The best way to avoid mold is to stop it from occurring in the first place. That includes actions such as actively working on avoiding water damage from gutters through proper installation and maintaining a streamlined channeling system.
How to Properly Install Gutters
Whether you’re about to have gutters installed or want to make sure that the ones you already have are correctly in place, here’s what you need to know.
When installed correctly, your gutters should:
Have about a quarter of an inch of pitch or slant for every 10 feet of gutter. More than this can result in a sloshing effect during heavy rains that could overload the end of the gutter that’s connected to the downspout. Too little of a pitch/slant can lead to water either sitting in the gutter or overflowing because it can't get to the downspout/leader quick enough.
Be fastened to the home directly to the facia board, which is a long board on the home that connects to the roof rafters and walls of the attic, and is the mount for the gutters. The fastening should take place about every 16 to 24 inches and can be secured with a nail, screw, or more progressive fastening technique. It should secure the gutter to the roof system in between the shingle and the sheathing of the roof. Whether asphalt-based, cedar, or slate, the shingles should extend into the gutter approximately half an inch. The most you'd want your roof system to extend into the gutter is approximately two inches. Any more than that and the water load from the roof can overrun the gutter during heavy rain and end up spilling onto the ground line outside of your home.
Have properly installed downspouts/leaders. There should be a small hole, about an inch and a half to two inches at one or both ends of a gutter system. The leader has two different ends to every connection. It has what's known as a bell, the larger end of the connection, and the spigot, the smaller end of the connection. Starting at the top, the leader system should always be installed with the spigot fitting snugly into the bell end of a connection and work its way down. When installed improperly, water can spill down the exterior surface of the leader and terminate directly onto the ground not being directed correctly away from the home. again potentially affecting the subterranean areas of the structure.
Have downspouts/leaders that terminate correctly. When terminated correctly at the ground, the lower stopping point should be approximately 6 to 12 inches above the exterior grade of your home. Once terminated at the correct height, gutter extensions should be used to direct water approximately four feet away from the home. If the ground type or exterior topography does not allow proper drainage away from the home, it's a good idea to extend the bottom of your leaders approximately eight to 10 feet away from the footing and foundation of the structure. That way, water won’t run back towards the basement or crawlspace of the subterranean area.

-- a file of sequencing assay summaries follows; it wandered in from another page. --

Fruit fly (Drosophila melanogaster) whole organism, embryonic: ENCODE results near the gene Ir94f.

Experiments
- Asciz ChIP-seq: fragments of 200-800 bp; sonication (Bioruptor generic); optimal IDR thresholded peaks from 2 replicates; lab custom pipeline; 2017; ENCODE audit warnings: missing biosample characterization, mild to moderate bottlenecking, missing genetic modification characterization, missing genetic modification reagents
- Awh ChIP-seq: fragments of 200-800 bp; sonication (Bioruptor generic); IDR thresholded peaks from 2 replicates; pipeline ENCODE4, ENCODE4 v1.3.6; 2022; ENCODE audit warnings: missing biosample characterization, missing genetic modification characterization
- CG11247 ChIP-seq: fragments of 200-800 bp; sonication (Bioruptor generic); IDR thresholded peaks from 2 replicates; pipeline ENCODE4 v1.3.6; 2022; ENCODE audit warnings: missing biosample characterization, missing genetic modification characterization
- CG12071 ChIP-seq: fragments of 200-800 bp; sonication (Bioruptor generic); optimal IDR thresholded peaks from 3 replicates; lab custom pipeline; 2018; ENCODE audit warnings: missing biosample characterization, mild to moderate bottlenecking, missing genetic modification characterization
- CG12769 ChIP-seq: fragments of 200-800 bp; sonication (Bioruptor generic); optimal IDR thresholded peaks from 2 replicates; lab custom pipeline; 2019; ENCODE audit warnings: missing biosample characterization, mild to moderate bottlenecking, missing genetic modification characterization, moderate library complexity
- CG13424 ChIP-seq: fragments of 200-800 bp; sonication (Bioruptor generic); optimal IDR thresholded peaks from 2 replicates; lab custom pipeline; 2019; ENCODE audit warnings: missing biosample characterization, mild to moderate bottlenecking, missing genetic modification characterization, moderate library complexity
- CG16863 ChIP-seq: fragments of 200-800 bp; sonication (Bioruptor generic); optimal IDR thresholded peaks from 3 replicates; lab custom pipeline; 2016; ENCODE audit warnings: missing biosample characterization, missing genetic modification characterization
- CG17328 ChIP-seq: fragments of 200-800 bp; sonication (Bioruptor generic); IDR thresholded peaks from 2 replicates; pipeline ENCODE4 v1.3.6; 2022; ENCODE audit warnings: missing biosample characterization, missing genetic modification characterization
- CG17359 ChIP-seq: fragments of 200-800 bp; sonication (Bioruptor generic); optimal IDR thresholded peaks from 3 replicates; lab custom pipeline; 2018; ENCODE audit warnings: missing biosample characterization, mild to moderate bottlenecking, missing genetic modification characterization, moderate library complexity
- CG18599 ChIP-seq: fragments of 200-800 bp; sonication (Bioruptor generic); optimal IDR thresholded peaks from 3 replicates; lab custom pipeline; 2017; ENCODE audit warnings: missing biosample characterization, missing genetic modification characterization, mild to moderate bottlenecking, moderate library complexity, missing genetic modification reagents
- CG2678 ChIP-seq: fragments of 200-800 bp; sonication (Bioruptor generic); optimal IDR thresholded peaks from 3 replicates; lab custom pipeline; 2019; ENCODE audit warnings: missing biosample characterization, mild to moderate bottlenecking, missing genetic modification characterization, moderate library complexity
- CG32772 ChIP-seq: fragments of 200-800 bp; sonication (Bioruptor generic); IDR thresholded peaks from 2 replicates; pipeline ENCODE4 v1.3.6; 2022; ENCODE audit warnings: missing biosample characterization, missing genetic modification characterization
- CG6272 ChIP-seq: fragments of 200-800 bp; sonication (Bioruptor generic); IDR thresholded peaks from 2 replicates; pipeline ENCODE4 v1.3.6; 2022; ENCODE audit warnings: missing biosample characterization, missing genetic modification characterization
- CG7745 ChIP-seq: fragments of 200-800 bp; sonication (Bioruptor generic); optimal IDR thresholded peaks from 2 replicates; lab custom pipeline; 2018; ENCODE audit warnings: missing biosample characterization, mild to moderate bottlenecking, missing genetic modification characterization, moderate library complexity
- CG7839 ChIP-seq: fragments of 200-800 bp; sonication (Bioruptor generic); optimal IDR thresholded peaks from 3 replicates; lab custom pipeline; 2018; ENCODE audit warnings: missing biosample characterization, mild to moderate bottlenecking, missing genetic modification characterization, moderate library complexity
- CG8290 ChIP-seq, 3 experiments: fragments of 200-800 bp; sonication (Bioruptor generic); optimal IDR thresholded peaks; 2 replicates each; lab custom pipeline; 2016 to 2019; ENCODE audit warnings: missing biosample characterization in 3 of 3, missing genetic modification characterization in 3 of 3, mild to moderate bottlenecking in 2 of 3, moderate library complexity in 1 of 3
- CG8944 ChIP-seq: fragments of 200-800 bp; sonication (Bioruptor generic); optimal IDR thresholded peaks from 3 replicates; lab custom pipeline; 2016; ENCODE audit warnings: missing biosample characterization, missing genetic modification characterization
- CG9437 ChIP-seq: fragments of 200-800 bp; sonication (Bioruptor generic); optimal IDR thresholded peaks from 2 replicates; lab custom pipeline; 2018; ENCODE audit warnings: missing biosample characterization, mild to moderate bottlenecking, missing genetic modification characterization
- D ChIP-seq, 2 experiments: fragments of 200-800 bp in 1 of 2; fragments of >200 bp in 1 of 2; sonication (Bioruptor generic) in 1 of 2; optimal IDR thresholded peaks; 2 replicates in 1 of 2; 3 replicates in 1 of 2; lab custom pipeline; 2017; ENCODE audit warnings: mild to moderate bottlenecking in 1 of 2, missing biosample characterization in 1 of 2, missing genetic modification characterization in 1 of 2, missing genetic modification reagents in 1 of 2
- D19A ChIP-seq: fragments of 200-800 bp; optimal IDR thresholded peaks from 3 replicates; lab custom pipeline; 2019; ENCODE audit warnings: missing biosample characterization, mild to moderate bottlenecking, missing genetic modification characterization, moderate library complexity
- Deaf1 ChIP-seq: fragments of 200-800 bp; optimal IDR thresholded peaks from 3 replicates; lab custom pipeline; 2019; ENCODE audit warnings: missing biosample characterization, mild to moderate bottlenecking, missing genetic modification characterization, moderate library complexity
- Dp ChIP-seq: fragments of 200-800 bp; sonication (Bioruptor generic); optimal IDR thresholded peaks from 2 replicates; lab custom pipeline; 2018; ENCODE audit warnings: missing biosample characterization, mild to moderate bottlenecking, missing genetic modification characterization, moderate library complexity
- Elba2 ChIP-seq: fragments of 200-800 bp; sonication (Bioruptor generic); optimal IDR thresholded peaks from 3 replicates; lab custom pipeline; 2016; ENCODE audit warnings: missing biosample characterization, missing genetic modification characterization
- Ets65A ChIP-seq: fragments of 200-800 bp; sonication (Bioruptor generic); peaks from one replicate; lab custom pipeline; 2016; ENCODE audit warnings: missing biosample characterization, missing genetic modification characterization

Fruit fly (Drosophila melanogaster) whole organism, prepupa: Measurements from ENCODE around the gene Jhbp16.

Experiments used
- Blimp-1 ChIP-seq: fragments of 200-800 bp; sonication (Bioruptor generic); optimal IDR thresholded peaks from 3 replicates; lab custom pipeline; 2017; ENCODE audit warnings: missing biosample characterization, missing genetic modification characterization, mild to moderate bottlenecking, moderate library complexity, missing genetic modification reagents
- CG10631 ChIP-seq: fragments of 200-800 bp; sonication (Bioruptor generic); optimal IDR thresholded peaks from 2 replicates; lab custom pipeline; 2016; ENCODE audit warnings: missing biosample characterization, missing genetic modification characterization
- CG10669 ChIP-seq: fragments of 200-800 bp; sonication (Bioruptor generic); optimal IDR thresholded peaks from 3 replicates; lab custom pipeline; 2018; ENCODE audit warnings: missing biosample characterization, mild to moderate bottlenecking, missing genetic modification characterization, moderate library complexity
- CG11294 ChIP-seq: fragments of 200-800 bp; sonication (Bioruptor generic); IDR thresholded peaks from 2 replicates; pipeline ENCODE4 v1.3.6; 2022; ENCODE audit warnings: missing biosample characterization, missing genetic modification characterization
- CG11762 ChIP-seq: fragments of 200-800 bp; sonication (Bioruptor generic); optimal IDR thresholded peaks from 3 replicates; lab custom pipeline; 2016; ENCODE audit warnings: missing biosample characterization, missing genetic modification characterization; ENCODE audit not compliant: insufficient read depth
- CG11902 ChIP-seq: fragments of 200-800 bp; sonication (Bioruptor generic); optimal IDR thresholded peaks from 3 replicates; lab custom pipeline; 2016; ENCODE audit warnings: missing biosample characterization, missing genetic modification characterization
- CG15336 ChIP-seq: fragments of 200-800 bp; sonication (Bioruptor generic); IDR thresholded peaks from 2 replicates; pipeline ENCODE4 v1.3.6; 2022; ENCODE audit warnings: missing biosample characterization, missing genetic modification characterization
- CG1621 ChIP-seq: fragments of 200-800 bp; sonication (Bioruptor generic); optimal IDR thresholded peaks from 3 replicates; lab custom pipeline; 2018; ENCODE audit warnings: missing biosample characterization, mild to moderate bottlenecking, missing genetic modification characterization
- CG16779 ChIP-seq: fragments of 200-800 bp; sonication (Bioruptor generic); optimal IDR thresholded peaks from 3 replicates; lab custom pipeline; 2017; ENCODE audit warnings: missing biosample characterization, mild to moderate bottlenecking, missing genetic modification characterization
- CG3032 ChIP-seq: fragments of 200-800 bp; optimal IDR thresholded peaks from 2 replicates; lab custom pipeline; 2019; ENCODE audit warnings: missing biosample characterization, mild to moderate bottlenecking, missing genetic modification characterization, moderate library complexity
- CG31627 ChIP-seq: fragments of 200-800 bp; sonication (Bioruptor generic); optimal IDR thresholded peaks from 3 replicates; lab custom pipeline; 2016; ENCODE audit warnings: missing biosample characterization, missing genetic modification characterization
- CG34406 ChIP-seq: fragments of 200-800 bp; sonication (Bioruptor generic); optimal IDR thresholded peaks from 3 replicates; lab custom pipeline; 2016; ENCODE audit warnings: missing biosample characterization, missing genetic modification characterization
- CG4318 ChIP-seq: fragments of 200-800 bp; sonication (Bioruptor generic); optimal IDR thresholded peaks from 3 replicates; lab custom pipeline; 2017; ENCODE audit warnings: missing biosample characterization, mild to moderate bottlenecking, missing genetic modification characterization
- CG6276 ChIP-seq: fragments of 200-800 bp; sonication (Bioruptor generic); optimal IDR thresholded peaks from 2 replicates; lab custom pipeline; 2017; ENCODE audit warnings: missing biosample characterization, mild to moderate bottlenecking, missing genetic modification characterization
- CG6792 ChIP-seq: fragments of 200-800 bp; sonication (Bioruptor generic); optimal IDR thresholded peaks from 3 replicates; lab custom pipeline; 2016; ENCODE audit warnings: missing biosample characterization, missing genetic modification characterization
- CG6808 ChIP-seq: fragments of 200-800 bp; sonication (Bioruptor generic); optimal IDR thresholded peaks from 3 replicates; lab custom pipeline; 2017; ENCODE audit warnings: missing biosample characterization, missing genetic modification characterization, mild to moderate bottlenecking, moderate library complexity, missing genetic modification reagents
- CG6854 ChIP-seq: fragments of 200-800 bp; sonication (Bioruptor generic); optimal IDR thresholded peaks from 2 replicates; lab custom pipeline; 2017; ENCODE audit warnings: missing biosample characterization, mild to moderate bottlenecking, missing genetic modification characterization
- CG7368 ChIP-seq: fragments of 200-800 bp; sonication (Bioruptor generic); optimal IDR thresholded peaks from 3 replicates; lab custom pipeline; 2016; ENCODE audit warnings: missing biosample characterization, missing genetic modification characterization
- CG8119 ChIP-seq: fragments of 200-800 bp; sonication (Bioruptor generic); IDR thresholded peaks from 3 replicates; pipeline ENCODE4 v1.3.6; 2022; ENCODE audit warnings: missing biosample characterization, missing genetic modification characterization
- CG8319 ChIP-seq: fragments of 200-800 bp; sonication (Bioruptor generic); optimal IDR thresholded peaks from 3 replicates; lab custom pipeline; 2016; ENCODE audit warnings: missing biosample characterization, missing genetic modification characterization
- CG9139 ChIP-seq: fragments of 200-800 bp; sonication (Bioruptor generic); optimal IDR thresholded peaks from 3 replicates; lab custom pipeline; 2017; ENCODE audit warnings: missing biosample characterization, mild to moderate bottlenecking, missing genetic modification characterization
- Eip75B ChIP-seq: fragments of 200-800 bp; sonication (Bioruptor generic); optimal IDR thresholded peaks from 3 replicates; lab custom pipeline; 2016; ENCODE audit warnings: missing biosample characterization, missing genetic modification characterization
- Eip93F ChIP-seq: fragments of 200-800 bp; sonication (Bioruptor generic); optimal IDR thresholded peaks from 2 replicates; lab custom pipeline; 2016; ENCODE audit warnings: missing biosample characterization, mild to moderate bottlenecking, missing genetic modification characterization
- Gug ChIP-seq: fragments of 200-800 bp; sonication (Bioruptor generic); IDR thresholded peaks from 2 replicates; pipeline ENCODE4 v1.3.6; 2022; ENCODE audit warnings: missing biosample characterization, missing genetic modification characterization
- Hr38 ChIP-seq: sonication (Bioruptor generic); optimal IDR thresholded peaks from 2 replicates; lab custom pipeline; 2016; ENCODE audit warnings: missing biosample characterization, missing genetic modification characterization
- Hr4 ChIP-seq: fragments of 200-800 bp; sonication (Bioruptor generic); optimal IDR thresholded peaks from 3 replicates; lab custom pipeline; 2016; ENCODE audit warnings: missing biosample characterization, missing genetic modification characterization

Ticking off each of these boxes will help avoid any mishaps that lead to water damage from gutters occurring in your home.
Installation is the first line of defense in ensuring those moisture removers are doing their job and protecting the interior of the home. Continued maintenance after installation is the next step in safeguarding these channeling devices and making sure water damage from gutters doesn’t occur.
There are several steps homeowners can take throughout the year to make sure their gutters are in tip-top shape.
Preventative steps include:
Setting a cleaning schedule: Homeowners can either clean the gutters by themselves or hire a company to come in and remove any built-up debris like leaves and twigs. Twice a year minimum should be the goal, but the more often the better, particularly for homes near lots of trees. Built-up debris can lead to clogged gutters that don’t properly move water away from the home.
Replacing them as needed: Whether a big storm hit and sent that tubing through the wringer or they’ve just reached the end of their shelf life, replacing gutters on time can avoid leaks and other problems that can lead to water damage inside of the home.
Routinely checking for downspout clogging: If the downspout/leader is clogged, all of that water making its way down will not be able to travel down the tubing and away from the home. Instead, it will overflow and potentially make its way inside the home.